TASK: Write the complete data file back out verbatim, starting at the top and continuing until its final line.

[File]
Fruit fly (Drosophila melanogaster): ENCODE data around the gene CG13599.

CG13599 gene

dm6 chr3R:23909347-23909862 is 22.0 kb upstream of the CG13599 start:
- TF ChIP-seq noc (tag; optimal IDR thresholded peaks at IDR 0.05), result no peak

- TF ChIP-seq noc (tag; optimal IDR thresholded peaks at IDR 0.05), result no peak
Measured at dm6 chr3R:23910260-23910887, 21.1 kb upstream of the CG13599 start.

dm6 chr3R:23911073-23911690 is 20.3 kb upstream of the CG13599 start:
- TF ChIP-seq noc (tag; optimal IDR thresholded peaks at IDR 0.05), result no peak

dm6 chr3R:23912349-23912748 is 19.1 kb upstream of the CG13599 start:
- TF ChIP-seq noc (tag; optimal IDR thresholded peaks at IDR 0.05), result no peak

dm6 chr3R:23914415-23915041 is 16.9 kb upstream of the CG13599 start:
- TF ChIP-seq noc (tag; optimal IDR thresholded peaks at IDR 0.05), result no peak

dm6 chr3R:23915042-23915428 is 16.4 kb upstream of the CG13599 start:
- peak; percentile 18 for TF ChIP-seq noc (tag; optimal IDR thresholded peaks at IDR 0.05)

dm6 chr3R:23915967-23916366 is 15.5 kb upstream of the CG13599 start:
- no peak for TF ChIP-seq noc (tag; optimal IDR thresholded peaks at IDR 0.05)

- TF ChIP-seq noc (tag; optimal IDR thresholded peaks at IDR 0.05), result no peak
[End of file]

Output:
Fruit fly (Drosophila melanogaster): ENCODE data around the gene CG13599.

CG13599 gene

dm6 chr3R:23909347-23909862 is 22.0 kb upstream of the CG13599 start:
- TF ChIP-seq noc (tag; optimal IDR thresholded peaks at IDR 0.05), result no peak

- TF ChIP-seq noc (tag; optimal IDR thresholded peaks at IDR 0.05), result no peak
Measured at dm6 chr3R:23910260-23910887, 21.1 kb upstream of the CG13599 start.

dm6 chr3R:23911073-23911690 is 20.3 kb upstream of the CG13599 start:
- TF ChIP-seq noc (tag; optimal IDR thresholded peaks at IDR 0.05), result no peak

dm6 chr3R:23912349-23912748 is 19.1 kb upstream of the CG13599 start:
- TF ChIP-seq noc (tag; optimal IDR thresholded peaks at IDR 0.05), result no peak

dm6 chr3R:23914415-23915041 is 16.9 kb upstream of the CG13599 start:
- TF ChIP-seq noc (tag; optimal IDR thresholded peaks at IDR 0.05), result no peak

dm6 chr3R:23915042-23915428 is 16.4 kb upstream of the CG13599 start:
- peak; percentile 18 for TF ChIP-seq noc (tag; optimal IDR thresholded peaks at IDR 0.05)

dm6 chr3R:23915967-23916366 is 15.5 kb upstream of the CG13599 start:
- no peak for TF ChIP-seq noc (tag; optimal IDR thresholded peaks at IDR 0.05)

- TF ChIP-seq noc (tag; optimal IDR thresholded peaks at IDR 0.05), result no peak